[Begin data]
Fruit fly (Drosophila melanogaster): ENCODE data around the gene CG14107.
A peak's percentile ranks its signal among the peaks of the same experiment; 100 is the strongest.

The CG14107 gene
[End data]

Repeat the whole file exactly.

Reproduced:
Fruit fly (Drosophila melanogaster): ENCODE data around the gene CG14107.
A peak's percentile ranks its signal among the peaks of the same experiment; 100 is the strongest.

The CG14107 gene